With there being only one trade deadline this season, and for some reason MLB not moving it back to between where the two used to be, there’s some added zeal to July 31st this time around. Teams not only have to scramble to plug holes and needs, but have to plan for any eventuality that could happen in the next two months. The Cubs acquisition of Martin Maldonado is something of an example of this, where they didn’t want to have to deal with an extended Taylor Davis Experience should something happen to Willson Contreras or Victor Caratini (and it kind of did to the former, though very lightly it seems). Even if you don’t have a need somewhere but need cover, teams are going to be chasing that depth that in the past would have been a nothing waiver-wire pickup on August 29th.
Whatever this Cubs season has been, and it’s been a lot of things, they’re still in first place by multiple games and clearly have to have the chase for the postseason their minds. The names are already out there, so let’s run them through.
Nick Castellanos – This one seemed obvious a while ago, made the mainstream papers over the last few days, so you know there’s some fire to go with this smoke. And unlike some other targets, Castellanos is something of a sure thing. You know what you’re getting, which isn’t a miracle worker or a doomsday device but a pretty solid, above-average hitter. Castellanos was much better last year, but the two years previous had wRC+ of 119 and 112 and is at 115 this year, so it’s fair to assume that’s probably what he is. Castellanos has a .361 BABIP last year, some 30 points over his career average, and this year he’s much more in line with his career number. He’s not making as much hard contact this year as he has in the past, but he is hitting more fly balls, which could play better in Wrigley than it does in the vast environs of Comerica Park…at least until the winds shift in September. It can be hardly argued that Castellanos for sure wouldn’t provide a hell of a lot more than Almora, whom you’d guess he would be replacing in the lineup. Almora needs the Hubble just to see average offensive numbers.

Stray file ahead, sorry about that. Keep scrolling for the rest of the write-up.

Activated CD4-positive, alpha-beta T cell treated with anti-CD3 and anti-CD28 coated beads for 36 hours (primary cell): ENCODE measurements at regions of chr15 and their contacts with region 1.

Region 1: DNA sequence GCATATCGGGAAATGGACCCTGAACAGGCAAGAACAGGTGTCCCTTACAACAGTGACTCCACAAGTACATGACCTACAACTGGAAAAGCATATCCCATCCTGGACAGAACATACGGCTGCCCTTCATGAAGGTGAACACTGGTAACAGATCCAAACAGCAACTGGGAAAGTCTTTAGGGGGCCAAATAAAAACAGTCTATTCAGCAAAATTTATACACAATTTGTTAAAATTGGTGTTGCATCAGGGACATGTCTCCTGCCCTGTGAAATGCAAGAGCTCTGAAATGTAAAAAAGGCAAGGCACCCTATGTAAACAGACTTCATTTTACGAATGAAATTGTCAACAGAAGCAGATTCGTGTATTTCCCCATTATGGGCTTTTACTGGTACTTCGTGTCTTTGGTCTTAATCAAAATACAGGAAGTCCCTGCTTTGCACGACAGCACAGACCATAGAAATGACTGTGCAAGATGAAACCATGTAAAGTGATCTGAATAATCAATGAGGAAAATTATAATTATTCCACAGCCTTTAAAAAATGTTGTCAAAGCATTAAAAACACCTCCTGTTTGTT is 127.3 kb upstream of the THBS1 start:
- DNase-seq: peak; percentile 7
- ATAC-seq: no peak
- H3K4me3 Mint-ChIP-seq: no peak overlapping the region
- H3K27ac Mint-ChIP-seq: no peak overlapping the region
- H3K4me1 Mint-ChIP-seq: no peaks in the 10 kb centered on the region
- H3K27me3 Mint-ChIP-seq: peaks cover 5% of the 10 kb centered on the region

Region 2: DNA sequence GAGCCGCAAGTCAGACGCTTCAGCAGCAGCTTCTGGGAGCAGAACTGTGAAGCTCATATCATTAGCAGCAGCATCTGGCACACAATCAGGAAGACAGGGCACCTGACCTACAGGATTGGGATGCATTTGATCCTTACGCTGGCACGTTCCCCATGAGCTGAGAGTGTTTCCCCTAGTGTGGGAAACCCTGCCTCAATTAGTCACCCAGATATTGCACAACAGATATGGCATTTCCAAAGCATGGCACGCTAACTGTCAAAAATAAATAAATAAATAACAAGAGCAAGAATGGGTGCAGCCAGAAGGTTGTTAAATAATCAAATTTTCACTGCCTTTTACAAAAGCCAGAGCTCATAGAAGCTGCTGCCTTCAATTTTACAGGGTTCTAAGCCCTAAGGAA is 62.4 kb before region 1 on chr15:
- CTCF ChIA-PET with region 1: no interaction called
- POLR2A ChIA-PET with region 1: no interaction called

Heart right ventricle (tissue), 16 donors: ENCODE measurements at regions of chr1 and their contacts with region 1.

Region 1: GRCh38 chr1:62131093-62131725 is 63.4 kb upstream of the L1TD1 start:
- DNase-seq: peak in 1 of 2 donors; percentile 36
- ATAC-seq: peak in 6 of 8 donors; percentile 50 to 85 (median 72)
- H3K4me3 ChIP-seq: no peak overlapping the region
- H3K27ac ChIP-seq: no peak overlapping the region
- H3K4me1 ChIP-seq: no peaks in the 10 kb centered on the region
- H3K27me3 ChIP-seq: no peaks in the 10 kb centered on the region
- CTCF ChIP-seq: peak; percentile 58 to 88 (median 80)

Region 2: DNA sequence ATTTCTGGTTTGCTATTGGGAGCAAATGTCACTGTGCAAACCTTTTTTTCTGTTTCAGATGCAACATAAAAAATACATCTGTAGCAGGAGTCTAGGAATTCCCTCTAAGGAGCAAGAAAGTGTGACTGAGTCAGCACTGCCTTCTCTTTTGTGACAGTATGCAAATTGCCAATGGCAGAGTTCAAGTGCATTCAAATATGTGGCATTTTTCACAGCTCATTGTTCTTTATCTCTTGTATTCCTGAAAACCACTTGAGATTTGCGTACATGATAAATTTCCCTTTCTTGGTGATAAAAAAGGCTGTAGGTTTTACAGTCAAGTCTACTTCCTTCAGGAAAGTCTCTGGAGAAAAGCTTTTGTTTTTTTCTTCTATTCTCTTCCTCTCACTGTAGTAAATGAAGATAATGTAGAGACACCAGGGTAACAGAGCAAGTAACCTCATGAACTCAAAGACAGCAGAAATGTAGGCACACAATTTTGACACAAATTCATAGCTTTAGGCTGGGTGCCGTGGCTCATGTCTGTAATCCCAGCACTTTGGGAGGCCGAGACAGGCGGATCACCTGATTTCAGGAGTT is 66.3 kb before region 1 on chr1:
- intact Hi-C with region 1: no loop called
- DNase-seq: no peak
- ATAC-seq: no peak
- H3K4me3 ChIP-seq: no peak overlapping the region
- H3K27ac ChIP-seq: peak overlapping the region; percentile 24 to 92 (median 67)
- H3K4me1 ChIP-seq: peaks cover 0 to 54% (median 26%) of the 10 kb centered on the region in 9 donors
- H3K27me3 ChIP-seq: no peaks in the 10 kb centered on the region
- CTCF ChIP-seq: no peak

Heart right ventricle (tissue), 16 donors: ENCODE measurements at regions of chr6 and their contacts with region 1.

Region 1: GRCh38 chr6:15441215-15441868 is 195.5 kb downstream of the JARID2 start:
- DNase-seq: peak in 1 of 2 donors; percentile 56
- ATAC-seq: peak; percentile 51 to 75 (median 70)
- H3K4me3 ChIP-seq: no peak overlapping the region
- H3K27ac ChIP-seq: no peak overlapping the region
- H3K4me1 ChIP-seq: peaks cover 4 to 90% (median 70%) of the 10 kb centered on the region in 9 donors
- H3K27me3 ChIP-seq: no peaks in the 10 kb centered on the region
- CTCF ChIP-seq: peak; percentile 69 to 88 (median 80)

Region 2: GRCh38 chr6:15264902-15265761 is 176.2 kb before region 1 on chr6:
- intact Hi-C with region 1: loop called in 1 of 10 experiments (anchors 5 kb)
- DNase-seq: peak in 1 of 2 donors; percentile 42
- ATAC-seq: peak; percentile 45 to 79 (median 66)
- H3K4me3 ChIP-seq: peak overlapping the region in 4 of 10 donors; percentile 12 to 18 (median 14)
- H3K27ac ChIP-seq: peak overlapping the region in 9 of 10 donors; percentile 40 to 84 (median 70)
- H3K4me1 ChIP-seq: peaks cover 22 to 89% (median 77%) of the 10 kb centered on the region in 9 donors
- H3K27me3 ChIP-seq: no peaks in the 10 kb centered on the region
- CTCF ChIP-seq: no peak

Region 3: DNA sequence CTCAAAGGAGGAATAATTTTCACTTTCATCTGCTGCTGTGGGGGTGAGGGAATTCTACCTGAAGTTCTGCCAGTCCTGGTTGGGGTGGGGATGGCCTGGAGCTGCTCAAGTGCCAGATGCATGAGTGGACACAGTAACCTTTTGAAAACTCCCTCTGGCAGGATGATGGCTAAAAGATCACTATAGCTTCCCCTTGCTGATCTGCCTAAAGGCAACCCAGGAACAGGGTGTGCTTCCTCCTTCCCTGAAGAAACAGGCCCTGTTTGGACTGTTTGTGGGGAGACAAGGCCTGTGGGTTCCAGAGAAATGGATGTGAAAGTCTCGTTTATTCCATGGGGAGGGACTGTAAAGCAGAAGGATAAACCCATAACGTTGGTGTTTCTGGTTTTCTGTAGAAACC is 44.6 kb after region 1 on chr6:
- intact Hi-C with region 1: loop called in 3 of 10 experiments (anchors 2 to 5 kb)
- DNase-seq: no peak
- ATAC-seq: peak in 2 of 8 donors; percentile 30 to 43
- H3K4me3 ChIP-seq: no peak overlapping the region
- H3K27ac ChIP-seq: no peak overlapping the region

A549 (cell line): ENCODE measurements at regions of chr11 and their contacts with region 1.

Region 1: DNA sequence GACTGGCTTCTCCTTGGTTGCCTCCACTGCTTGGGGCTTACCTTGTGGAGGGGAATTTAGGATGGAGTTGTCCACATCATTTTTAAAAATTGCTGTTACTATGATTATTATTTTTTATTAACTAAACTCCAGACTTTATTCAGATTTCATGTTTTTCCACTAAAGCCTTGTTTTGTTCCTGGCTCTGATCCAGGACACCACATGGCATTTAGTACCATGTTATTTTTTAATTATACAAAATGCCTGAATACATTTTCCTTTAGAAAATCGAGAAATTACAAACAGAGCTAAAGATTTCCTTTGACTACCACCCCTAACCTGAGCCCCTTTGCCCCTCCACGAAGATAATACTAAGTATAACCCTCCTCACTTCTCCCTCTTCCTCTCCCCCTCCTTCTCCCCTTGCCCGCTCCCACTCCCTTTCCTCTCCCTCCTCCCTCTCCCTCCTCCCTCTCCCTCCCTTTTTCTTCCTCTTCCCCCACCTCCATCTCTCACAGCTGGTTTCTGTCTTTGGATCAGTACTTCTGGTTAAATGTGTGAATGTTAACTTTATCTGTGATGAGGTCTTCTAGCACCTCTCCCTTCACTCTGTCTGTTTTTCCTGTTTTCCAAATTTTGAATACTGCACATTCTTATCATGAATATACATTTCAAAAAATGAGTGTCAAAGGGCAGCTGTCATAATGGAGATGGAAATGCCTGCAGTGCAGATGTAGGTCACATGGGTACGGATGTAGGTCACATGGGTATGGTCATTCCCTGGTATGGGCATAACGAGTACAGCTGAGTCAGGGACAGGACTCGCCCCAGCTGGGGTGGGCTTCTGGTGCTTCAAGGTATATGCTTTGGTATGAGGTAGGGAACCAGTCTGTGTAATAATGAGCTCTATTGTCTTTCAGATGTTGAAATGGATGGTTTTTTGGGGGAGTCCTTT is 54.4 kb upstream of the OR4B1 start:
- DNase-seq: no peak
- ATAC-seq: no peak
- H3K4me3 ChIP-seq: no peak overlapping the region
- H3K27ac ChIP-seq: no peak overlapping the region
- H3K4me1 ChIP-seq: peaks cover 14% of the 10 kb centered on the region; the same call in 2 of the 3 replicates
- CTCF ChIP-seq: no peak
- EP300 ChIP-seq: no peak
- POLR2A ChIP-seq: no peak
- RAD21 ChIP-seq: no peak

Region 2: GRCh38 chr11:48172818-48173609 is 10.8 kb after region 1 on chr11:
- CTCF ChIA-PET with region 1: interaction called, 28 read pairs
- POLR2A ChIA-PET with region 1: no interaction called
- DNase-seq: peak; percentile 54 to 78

The worry with Castellanos, if it even rises to that level, is defense. Mainly in that he can’t play it. Right field in Wrigley we know to be an adventure, and he has trouble with non-adventurous spaces. Heyward just isn’t that good in center, so you’d be taking your outfield defense from decent to borderline bad. There’s a lot of people who don’t seem to care about this, or just dismiss it as being able to put Almora in center in the late innings, as if for some reason teams weren’t allowed to hit balls to the outfield in the 4th inning?
People who do take this seriously live in the Cubs’ front office, however. It’s important to remember that the Cubs starting staff doesn’t really have a big strikeout guy other than Darvish. That said, the Cubs have the highest ground-ball rate in baseball from their pitchers, and the second-lowest fly-ball rate (no, I’m not sure how either but that’s the world we live in), so if there’s any team that can get away with a partial circus clown outfield, it’s the Cubs.